Saturday April 26, 1986 was a day of catastrophe for the Chernobyl Nuclear Power Plant, at 1:23:58 a.m. reactor 4 suffered a catastrophic steam explosion that resulted in a fire, a series of additional explosions, and a nuclear meltdown. It resulted in subsequent radioactive contamination of the surrounding geographic area. Large areas of Ukraine, Belarus, and Russia were badly contaminated, resulting in the evacuation and resettlement of over 336,000 people.
Kindergarten classroom in Pripyat, Ukraine, twenty years after disaster
Till last year scientists saw a silver lining to the disaster since the evacuated area seemed to be filled with new green birch trees, Roe deer bounced though the deserted houses, wild boar were found living in villages and birds thrived in nests. Seemingly Healthy-looking deer, boar, lynx, eagle owls, swallows are among the animals found throughout the zone.
However, these animals could not be surviving unscathed; even though they seem hardier than humans do. Radioactivity must have resulted in some abnormalities in their genes. Such mutated animals and birds could pass on their abnormal genes to the global population.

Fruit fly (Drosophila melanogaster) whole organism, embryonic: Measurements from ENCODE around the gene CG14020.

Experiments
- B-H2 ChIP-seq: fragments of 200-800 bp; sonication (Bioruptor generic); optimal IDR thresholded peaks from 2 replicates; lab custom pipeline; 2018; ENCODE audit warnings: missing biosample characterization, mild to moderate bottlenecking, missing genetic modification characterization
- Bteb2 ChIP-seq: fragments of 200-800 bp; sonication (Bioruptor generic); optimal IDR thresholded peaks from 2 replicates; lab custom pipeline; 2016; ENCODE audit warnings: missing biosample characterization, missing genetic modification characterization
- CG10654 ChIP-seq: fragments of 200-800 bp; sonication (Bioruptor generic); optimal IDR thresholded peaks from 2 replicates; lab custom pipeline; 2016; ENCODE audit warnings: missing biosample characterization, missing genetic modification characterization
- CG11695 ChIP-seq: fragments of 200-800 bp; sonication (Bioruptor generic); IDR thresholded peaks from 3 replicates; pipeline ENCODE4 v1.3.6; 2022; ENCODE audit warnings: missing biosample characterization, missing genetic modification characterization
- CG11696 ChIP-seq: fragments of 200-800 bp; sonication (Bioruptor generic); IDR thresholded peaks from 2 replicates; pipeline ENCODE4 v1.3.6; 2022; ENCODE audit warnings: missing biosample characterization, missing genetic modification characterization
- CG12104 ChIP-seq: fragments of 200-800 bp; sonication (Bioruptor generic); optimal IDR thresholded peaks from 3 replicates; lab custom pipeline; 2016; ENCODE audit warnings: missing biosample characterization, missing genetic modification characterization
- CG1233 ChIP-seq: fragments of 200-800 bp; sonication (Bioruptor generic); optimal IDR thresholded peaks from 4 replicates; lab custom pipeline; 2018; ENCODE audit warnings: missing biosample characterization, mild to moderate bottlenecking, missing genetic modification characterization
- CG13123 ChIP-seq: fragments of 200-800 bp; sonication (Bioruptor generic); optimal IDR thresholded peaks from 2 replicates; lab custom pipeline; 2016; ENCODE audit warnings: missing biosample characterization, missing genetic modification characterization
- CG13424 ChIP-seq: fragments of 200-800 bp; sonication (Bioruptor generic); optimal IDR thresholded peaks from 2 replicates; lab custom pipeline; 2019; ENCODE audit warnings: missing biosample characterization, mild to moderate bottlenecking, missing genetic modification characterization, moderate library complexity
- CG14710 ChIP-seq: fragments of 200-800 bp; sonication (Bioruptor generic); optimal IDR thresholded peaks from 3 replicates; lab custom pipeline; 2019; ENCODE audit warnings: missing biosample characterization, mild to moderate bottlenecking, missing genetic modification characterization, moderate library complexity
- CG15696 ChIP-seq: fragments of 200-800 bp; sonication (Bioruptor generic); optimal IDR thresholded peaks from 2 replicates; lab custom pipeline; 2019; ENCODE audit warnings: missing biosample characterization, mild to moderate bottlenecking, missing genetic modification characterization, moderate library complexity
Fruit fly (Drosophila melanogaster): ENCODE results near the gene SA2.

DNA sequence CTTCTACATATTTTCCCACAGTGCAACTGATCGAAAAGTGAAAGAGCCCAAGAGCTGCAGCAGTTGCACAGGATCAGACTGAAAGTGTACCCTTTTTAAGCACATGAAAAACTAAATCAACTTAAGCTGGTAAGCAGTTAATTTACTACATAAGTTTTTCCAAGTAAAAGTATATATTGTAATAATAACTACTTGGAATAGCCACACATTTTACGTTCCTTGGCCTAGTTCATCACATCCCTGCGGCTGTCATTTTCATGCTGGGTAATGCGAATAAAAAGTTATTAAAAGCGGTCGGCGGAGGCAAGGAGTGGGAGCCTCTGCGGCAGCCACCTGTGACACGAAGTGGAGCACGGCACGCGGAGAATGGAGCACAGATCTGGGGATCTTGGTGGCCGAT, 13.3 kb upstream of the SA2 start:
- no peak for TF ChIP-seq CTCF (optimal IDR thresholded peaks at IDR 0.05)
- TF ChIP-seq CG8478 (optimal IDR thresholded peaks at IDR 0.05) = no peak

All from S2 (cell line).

This concept has been reconfirmed this year, since studies show that barn swallows living near Chernobyl, suffer from many more birth defects and abnormalities than would ordinarily be expected. In addition, the swallows are not living as long and are not breeding as successfully as their distant counterparts.
The findings therefore suggest that people living near the affected zone could still be at risk even though radiation levels have declined.
Keith Baverstock, an environmental scientist at the University of Kuopio in Finland is quoted to have said:
It confirms that even relatively low levels of exposure to radioactive fallout can result in genetic effects. With proposals to increase the use of nuclear energy, this is a matter that needs urgent attention.
Vast radioactive contamination as a result of nuclear tests, accidents at nuclear plants, or even normal operation of nuclear plants has become a global ecological problem, whose importance was so dramatically brought to light by the Chernobyl accident.
Although such catastrophes could probably be avoided, no one can guarantee with certainty that industrial nuclear plants will operate without accidents or that they will ever be provided with 100% closed-circuit (absolutely wasteless) technology. So what other alternatives do we have?
Source: National geographic